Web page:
From May 9-12 2023, the Velo-City conference took place in Leipzig, Germany. It is a key event for the domain of cycling mobility, bringing togehter experts from science, planning as well as the public sector and politics. Within a session by Cylcle Competence Austria, Christian Werner presented data and methods we use at PLUS Mobility Lab to gain systemic understaning of cycling mobility. One key element we presented is the open source software NetAScore that we made available on Github recently. It provides an automated workflow for assessing bikeability for a given area of interest, using e.g. OpenStreetMap data. NetAScore adds a numeric indicator to each road segment that indicates its suitability for cycling. This indicator is essential input to many of our advanced analyses and can now be used universally, following the simple and permissive MIT License. Many inspiring discussions with other conference participants were triggered following up on the presented models and methods.
The importance of open data for many applications in cycling mobility has been stressed throughout the conference. One session had a specific focus on the use of open data for infrastructure planning. For example, Ane R. Vierø shed light on reproducible methods for assessing data quality of OpenStreetMap. As methods and models use such data as the foundation for deriving information and to provide input for decision making, considering data quality is an important aspect. As of the repeatedly occuring theme during Velo-City 2023 of how important (open) cycling data is, I (CW) missed some more focus on existing and upcoming methods that actually make use of such data and generate added value. Some methods were presented. However, most of these were not (fully) open and thereby limiting their re-use. As a consequence, the same or similar methods have to be re-invented or at least re-implemented again by several stakeholders. Furthermore, an open, transparent approach is desirable for methods that are used in decision making. For scientific methods, open science should be the default anyways. This not only helps to ensure reproducibility, but also allows for collaborative improvement of methods while reducing inefficiencies caused by replication of existing but closed-source methods.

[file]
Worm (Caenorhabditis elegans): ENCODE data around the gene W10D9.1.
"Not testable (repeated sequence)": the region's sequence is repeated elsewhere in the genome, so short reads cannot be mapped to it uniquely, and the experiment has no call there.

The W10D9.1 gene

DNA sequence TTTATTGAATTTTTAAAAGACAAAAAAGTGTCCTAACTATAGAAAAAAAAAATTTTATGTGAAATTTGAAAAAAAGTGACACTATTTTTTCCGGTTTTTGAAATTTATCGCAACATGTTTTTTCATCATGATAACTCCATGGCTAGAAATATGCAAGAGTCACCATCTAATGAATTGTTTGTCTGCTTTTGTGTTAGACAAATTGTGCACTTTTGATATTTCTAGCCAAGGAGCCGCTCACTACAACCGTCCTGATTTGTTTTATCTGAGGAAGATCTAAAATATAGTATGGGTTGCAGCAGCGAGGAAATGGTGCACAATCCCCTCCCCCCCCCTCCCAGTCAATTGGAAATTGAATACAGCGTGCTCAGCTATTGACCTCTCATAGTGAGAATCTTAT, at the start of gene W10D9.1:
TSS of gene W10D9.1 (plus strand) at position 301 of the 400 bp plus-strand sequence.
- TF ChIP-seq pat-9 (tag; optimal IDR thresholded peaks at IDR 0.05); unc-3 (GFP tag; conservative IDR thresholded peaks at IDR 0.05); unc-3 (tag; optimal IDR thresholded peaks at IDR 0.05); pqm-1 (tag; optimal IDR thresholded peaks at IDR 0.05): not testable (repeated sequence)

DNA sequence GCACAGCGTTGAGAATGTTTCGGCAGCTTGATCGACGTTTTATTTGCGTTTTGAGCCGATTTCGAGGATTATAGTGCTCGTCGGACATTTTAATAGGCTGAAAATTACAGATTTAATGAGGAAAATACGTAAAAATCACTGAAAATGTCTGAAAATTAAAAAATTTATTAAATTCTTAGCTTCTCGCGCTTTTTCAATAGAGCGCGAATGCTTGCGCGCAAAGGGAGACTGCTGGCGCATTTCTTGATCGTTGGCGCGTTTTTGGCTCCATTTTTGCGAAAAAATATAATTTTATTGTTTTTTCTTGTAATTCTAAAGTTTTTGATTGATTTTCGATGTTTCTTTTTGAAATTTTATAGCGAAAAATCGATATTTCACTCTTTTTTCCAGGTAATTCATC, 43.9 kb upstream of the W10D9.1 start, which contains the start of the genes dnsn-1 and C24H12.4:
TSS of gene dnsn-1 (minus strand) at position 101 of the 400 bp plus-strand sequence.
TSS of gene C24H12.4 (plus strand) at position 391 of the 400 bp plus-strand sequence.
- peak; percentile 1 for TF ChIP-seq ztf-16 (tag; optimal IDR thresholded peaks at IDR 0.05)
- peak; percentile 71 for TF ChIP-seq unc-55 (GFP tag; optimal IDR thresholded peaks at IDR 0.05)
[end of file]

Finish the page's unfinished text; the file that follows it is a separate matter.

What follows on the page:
A more general discussion revolved around inclusive mobility and also dealt with the question of how inclusive conferences such as the Velo-City are. Several speakers of different geographic and domain background raised awareness for these important topics.
Although conference participants and the local cycling community first were tested a bit regarding their weather-resistance, the bike parade through Leipzig on Wednesday evening found great participation. While the bike parade was a nice social event, the technical visit revolving around cargo bicycles succeeded in opening some new perspectives.
Another highlight of the conference program was the session on cost-benefit analysis. The presented approaches ranged from assessing economic impact e.g. of bicycle toursim to a broader perspective including societal costs and benefits associated with injuries and public health. These offer great potential for integration with methods we currently develop at PLUS Mobility Lab and we are looking forward to potential future perspectives on this.
All in all, the conference served as a valuable platform to exchange thoughts on methods, prevalent problems and future perspectives on cycling and active mobility. The variety of topics mirrored the multifaceted potential and character of cycling and active mobility.